Four Corners wins concession from T

The Greater Four Corners Action Coalition has succeeded in encouraging some significant changes to the MBTA Commuter Rail's plans for a Four Corners Station on the Fairmount Line. The adjustments could potentially set a new standard for the remaining three stations at Newmarket, Talbot Avenue and Blue Hill Avenue.

"The MBTA has begun regarding this line as a traditional commuter rail line and therefore believes it should be built with the same amenities (or lack of) as other commuter rail stations," wrote Pamela Bush of GFCAC in an e-mail to the Reporter. "The community has always maintained that this line was to be treated as a hybrid between commuter rail and rapid transit, as had the MBTA originally, and therefore should not be held to the same design conformities as traditional commuter rail stops."

Four Corners is expected to add the most riders to the Fairmount Line of any of the new stations.

One of the main points of contention had been the type of shelters planned. The MBTA had proposed a Y-shaped canopy, similar to those used at Uphams Corner, Morton Street and stations all over the commuter rail network.

In the 100 percent design plans finalized at a community meeting on July 29, the T unveiled changes that would include A-shaped roofs on the canopies on both platforms, as well as two fully enclosed shelters on each, including conduits for the possible future addition of heating elements inside, such as those that were recently installed at various stops along the Green Line in Brookline and Newton.

The T also agreed to include the foundation for 54 additional feet of canopy over the platform on the outbound side, a request from the community. Budget will determine whether the actual extra canopy can be added, said John Shwarz, the MBTA's deputy director of design and construction.

The finalized design also includes pick-up and drop-off areas, with parking, in lots just off of Washington Street and also Geneva Avenue. The Geneva side includes an additional ramp to the inbound platform, giving the platform three entrances, including one from Washington Street.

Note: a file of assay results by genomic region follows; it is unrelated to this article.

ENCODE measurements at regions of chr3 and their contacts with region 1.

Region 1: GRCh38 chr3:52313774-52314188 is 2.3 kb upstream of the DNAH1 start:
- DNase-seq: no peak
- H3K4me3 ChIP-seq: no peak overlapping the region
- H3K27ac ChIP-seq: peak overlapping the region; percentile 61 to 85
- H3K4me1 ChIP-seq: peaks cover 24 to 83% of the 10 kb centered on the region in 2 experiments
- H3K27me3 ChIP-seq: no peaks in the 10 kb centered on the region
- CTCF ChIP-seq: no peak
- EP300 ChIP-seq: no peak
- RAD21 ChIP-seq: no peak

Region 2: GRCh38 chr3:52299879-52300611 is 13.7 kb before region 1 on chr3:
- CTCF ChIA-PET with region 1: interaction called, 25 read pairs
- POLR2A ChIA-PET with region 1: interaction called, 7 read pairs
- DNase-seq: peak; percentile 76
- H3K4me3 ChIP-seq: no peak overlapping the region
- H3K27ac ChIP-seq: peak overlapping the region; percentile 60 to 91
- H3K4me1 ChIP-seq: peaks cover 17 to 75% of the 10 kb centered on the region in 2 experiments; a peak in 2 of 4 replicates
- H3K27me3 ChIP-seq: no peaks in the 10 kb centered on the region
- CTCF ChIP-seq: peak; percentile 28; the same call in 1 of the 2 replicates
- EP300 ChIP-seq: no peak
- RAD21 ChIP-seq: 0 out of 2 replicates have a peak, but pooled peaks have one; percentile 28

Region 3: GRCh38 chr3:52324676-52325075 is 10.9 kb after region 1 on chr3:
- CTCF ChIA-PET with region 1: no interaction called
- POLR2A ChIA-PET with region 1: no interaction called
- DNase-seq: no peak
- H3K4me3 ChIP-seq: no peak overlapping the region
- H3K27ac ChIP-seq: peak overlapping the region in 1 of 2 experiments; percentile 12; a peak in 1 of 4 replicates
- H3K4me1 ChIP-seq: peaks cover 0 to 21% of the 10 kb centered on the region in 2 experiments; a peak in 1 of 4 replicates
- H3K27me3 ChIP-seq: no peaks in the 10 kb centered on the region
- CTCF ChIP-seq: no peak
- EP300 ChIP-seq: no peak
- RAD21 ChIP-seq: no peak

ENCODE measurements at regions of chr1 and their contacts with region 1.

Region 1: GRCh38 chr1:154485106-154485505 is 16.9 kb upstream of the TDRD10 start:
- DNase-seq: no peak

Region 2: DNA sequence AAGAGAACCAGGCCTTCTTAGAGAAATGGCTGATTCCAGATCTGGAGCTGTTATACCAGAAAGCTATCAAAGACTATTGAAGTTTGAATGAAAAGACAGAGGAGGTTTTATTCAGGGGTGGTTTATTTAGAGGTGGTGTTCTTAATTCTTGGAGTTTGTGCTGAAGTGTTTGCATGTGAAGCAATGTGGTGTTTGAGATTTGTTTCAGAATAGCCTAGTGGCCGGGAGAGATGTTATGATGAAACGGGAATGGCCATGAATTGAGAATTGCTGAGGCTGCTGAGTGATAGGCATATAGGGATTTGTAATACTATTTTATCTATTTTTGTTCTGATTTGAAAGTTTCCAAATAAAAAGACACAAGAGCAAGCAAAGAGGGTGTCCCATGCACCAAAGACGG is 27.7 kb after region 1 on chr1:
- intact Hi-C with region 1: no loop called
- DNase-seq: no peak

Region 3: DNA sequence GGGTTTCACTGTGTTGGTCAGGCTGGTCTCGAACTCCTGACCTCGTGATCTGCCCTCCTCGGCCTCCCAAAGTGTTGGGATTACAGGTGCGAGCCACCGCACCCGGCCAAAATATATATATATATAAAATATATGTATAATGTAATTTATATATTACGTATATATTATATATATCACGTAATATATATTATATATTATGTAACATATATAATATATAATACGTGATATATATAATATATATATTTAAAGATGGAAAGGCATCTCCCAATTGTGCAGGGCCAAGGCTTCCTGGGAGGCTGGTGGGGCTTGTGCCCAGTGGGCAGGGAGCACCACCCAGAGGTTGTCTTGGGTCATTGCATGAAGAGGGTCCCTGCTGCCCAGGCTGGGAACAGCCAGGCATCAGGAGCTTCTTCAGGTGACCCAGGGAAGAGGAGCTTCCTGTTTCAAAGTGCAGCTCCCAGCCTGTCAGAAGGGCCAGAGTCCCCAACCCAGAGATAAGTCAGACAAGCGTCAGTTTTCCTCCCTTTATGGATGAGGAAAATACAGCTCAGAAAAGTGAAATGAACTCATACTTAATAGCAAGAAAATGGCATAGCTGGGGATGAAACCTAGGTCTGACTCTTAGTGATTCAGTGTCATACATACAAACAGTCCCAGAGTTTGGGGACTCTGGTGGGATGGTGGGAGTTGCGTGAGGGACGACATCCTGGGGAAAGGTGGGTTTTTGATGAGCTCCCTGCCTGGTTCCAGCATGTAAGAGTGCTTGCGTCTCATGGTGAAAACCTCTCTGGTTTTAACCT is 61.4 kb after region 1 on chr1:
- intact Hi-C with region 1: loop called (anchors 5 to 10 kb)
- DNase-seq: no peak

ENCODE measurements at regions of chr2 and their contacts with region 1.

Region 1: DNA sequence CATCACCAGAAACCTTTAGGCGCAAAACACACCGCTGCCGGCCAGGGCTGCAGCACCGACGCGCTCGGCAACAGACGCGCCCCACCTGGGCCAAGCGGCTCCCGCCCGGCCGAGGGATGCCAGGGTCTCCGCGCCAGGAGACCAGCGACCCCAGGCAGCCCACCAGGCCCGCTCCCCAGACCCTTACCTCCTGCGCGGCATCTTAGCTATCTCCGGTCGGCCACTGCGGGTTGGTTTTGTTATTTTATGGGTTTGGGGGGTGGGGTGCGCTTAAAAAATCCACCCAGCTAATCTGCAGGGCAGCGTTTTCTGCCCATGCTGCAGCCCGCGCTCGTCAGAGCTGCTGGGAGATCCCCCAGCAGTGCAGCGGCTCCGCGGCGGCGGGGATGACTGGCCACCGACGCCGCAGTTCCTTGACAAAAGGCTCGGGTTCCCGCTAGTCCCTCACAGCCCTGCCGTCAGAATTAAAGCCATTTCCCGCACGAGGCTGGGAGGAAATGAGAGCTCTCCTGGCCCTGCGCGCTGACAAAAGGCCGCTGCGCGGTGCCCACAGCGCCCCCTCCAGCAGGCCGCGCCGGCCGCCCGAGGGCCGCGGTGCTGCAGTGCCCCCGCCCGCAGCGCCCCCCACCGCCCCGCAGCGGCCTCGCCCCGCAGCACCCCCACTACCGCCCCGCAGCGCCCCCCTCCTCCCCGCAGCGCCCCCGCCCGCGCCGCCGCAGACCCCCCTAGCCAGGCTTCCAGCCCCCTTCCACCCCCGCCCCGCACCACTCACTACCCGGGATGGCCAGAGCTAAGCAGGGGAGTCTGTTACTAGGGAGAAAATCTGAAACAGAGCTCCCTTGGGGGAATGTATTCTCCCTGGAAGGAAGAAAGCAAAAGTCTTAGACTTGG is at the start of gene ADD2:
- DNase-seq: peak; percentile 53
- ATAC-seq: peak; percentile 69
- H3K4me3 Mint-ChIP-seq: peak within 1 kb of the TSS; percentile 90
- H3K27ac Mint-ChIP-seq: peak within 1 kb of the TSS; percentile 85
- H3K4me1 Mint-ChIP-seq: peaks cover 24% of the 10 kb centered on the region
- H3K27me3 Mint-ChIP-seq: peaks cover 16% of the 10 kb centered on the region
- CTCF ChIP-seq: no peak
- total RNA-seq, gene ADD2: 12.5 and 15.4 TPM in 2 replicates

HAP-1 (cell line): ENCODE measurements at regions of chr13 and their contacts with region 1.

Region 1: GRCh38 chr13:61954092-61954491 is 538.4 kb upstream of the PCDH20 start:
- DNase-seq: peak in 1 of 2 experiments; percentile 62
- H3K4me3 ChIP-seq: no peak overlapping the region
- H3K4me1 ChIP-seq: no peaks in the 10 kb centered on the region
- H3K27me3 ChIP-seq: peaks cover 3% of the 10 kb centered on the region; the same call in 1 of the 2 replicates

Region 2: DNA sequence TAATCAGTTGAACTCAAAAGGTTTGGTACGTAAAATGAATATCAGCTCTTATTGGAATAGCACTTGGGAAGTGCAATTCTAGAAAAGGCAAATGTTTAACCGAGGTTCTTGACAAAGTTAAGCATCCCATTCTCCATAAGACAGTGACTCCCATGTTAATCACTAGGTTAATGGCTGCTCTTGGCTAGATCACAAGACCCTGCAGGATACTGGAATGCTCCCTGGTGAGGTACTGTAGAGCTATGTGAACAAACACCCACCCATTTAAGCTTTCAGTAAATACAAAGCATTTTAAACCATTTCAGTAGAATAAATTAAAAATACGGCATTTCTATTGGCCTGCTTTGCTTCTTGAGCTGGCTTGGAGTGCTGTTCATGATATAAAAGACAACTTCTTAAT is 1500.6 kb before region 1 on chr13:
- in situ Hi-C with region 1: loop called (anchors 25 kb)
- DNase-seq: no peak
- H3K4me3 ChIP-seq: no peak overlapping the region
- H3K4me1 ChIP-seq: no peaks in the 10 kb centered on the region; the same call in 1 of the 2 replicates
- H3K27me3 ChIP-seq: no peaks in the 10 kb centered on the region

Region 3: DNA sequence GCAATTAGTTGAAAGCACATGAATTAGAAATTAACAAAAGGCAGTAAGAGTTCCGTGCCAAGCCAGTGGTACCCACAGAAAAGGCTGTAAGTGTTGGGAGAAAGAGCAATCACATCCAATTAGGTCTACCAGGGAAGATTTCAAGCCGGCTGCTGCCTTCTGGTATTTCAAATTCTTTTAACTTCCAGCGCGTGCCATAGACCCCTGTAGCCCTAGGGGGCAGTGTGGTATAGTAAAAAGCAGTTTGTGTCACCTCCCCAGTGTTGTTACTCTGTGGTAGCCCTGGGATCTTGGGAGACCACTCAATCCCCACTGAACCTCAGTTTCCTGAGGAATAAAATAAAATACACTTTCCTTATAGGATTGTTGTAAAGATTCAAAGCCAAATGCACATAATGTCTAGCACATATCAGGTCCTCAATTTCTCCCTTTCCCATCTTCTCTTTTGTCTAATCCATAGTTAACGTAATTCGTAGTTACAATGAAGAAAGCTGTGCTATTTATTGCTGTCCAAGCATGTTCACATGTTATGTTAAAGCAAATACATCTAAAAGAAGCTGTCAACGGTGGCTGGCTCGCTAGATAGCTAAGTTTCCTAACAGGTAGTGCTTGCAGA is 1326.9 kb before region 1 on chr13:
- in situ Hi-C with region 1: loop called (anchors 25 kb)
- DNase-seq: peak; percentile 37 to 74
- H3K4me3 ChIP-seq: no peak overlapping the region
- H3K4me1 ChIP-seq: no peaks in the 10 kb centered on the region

The station has ramps that are handicapped accessible, but advocates for an elevator at the station were not victorious. The T cited the cost of maintenance and staffing costs as the reason for their opposition to the idea.

Two meetings for the Talbot Avenue station have occurred so far, with little controversy, although some have called for A-shaped shelters, more protection from the elements, and attention to the traffic on Talbot when a new pick-up and drop-off are built.

The first meeting for Blue Hill Avenue Station took place on Tuesday, and Schwarz said the main issue there was parking. As the Community Builders Inc. plans to develop the Cote Ford property on Cummins Highway appear to be stalled, that may open new options for parking, he said, but emphasized no plans to use that property have been made yet, and it will be largely up to the community to determine how much parking is appropriate.

"We're looking at our options because there's not a lot of area we can build on right now," said Schwarz.

Some community members were opposed to a large amount of parking, according to state Rep. Linda Dorcena Forry, who also attended the meeting, but she said the T indicated it would look at projected ridership to determine how much might be needed.